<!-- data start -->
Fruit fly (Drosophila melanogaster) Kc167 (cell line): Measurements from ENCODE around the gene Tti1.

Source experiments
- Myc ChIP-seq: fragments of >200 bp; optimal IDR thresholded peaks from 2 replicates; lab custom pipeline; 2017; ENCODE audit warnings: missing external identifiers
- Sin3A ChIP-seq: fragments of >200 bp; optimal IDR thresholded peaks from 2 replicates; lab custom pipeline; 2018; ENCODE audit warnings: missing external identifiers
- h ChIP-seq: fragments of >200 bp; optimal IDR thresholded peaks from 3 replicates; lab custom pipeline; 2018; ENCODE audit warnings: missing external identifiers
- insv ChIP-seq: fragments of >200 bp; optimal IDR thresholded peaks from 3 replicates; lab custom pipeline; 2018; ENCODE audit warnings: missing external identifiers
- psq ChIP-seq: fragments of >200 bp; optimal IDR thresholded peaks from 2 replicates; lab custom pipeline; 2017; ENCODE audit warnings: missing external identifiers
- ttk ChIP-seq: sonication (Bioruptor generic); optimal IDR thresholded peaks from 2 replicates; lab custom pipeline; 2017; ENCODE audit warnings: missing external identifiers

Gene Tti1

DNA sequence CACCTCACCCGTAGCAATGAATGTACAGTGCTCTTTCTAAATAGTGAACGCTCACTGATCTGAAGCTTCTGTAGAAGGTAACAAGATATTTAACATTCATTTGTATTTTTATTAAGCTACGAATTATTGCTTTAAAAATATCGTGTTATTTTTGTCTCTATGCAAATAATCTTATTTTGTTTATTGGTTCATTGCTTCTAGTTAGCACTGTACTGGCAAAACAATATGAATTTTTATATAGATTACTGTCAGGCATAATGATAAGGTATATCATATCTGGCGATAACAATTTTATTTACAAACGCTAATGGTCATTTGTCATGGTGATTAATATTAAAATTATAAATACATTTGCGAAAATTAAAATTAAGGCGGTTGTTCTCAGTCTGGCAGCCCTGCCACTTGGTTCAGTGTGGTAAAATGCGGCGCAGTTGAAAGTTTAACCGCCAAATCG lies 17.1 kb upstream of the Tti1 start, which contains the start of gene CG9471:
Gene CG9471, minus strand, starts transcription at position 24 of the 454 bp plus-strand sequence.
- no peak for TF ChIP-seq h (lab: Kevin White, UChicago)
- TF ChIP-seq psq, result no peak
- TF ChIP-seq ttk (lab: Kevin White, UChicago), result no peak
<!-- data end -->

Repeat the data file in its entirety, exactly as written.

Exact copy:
Fruit fly (Drosophila melanogaster) Kc167 (cell line): Measurements from ENCODE around the gene Tti1.

Source experiments
- Myc ChIP-seq: fragments of >200 bp; optimal IDR thresholded peaks from 2 replicates; lab custom pipeline; 2017; ENCODE audit warnings: missing external identifiers
- Sin3A ChIP-seq: fragments of >200 bp; optimal IDR thresholded peaks from 2 replicates; lab custom pipeline; 2018; ENCODE audit warnings: missing external identifiers
- h ChIP-seq: fragments of >200 bp; optimal IDR thresholded peaks from 3 replicates; lab custom pipeline; 2018; ENCODE audit warnings: missing external identifiers
- insv ChIP-seq: fragments of >200 bp; optimal IDR thresholded peaks from 3 replicates; lab custom pipeline; 2018; ENCODE audit warnings: missing external identifiers
- psq ChIP-seq: fragments of >200 bp; optimal IDR thresholded peaks from 2 replicates; lab custom pipeline; 2017; ENCODE audit warnings: missing external identifiers
- ttk ChIP-seq: sonication (Bioruptor generic); optimal IDR thresholded peaks from 2 replicates; lab custom pipeline; 2017; ENCODE audit warnings: missing external identifiers

Gene Tti1

DNA sequence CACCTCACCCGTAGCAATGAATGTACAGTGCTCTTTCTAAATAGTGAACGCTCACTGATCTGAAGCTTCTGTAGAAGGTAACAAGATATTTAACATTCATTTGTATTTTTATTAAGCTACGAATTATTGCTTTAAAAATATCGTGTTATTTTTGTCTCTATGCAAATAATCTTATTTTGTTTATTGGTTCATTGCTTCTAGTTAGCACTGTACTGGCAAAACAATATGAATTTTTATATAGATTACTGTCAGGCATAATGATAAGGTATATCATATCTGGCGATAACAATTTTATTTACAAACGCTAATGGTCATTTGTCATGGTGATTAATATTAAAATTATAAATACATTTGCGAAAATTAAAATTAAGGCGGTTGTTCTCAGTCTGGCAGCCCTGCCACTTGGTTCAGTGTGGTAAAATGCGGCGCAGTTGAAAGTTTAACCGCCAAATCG lies 17.1 kb upstream of the Tti1 start, which contains the start of gene CG9471:
Gene CG9471, minus strand, starts transcription at position 24 of the 454 bp plus-strand sequence.
- no peak for TF ChIP-seq h (lab: Kevin White, UChicago)
- TF ChIP-seq psq, result no peak
- TF ChIP-seq ttk (lab: Kevin White, UChicago), result no peak